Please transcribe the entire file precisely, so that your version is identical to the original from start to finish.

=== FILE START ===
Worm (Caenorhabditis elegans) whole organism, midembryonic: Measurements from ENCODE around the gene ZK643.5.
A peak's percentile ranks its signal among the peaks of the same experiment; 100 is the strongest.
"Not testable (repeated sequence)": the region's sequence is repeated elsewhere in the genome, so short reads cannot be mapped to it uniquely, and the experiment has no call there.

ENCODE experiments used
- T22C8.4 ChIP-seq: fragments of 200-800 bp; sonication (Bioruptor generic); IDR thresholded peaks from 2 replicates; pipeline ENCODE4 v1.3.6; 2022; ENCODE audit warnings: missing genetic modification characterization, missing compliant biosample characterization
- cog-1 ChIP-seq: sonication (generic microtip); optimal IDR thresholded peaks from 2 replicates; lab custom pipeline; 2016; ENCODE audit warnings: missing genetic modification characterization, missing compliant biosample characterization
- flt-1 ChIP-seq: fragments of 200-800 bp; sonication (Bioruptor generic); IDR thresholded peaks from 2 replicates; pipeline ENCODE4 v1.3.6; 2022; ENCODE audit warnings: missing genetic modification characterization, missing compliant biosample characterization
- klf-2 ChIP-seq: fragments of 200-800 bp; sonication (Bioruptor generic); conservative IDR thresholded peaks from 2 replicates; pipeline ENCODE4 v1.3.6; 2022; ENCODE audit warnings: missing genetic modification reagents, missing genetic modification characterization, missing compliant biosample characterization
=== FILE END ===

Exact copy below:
Worm (Caenorhabditis elegans) whole organism, midembryonic: Measurements from ENCODE around the gene ZK643.5.
A peak's percentile ranks its signal among the peaks of the same experiment; 100 is the strongest.
"Not testable (repeated sequence)": the region's sequence is repeated elsewhere in the genome, so short reads cannot be mapped to it uniquely, and the experiment has no call there.

ENCODE experiments used
- T22C8.4 ChIP-seq: fragments of 200-800 bp; sonication (Bioruptor generic); IDR thresholded peaks from 2 replicates; pipeline ENCODE4 v1.3.6; 2022; ENCODE audit warnings: missing genetic modification characterization, missing compliant biosample characterization
- cog-1 ChIP-seq: sonication (generic microtip); optimal IDR thresholded peaks from 2 replicates; lab custom pipeline; 2016; ENCODE audit warnings: missing genetic modification characterization, missing compliant biosample characterization
- flt-1 ChIP-seq: fragments of 200-800 bp; sonication (Bioruptor generic); IDR thresholded peaks from 2 replicates; pipeline ENCODE4 v1.3.6; 2022; ENCODE audit warnings: missing genetic modification characterization, missing compliant biosample characterization
- klf-2 ChIP-seq: fragments of 200-800 bp; sonication (Bioruptor generic); conservative IDR thresholded peaks from 2 replicates; pipeline ENCODE4 v1.3.6; 2022; ENCODE audit warnings: missing genetic modification reagents, missing genetic modification characterization, missing compliant biosample characterization